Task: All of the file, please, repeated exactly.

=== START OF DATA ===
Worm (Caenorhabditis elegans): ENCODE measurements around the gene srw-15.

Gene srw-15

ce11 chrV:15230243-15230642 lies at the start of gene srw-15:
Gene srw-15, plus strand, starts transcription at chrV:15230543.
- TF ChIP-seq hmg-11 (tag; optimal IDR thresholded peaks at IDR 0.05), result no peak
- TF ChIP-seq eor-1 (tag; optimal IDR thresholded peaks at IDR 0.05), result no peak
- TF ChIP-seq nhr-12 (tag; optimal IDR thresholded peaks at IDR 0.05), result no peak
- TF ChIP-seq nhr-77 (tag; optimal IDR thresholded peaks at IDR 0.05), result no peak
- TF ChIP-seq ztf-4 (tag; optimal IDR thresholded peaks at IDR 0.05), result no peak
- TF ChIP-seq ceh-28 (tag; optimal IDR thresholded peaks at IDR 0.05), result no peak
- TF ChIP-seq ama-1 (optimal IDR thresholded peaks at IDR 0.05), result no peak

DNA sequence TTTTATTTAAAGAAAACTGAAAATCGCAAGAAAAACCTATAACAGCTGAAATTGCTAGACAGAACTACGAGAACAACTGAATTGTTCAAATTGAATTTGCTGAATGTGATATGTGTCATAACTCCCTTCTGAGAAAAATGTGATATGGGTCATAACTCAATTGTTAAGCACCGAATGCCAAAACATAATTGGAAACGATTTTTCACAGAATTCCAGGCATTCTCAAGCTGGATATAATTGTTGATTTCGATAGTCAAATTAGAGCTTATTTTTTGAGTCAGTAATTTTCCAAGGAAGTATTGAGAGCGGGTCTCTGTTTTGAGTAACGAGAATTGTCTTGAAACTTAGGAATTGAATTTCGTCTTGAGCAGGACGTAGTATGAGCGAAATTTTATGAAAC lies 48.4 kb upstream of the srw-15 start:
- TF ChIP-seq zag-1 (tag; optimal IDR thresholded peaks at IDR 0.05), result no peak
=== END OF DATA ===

Worm (Caenorhabditis elegans): ENCODE measurements around the gene srw-15.

Gene srw-15

ce11 chrV:15230243-15230642 lies at the start of gene srw-15:
Gene srw-15, plus strand, starts transcription at chrV:15230543.
- TF ChIP-seq hmg-11 (tag; optimal IDR thresholded peaks at IDR 0.05), result no peak
- TF ChIP-seq eor-1 (tag; optimal IDR thresholded peaks at IDR 0.05), result no peak
- TF ChIP-seq nhr-12 (tag; optimal IDR thresholded peaks at IDR 0.05), result no peak
- TF ChIP-seq nhr-77 (tag; optimal IDR thresholded peaks at IDR 0.05), result no peak
- TF ChIP-seq ztf-4 (tag; optimal IDR thresholded peaks at IDR 0.05), result no peak
- TF ChIP-seq ceh-28 (tag; optimal IDR thresholded peaks at IDR 0.05), result no peak
- TF ChIP-seq ama-1 (optimal IDR thresholded peaks at IDR 0.05), result no peak

DNA sequence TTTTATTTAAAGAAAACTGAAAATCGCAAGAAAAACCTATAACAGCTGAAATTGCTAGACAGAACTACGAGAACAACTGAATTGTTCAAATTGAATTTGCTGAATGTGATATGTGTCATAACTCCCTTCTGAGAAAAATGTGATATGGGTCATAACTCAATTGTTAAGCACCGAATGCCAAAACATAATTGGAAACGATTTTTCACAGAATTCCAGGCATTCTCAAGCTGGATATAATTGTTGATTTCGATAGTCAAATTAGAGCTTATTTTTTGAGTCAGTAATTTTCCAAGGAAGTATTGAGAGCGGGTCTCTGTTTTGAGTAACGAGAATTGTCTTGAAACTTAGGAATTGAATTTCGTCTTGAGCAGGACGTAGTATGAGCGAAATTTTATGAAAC lies 48.4 kb upstream of the srw-15 start:
- TF ChIP-seq zag-1 (tag; optimal IDR thresholded peaks at IDR 0.05), result no peak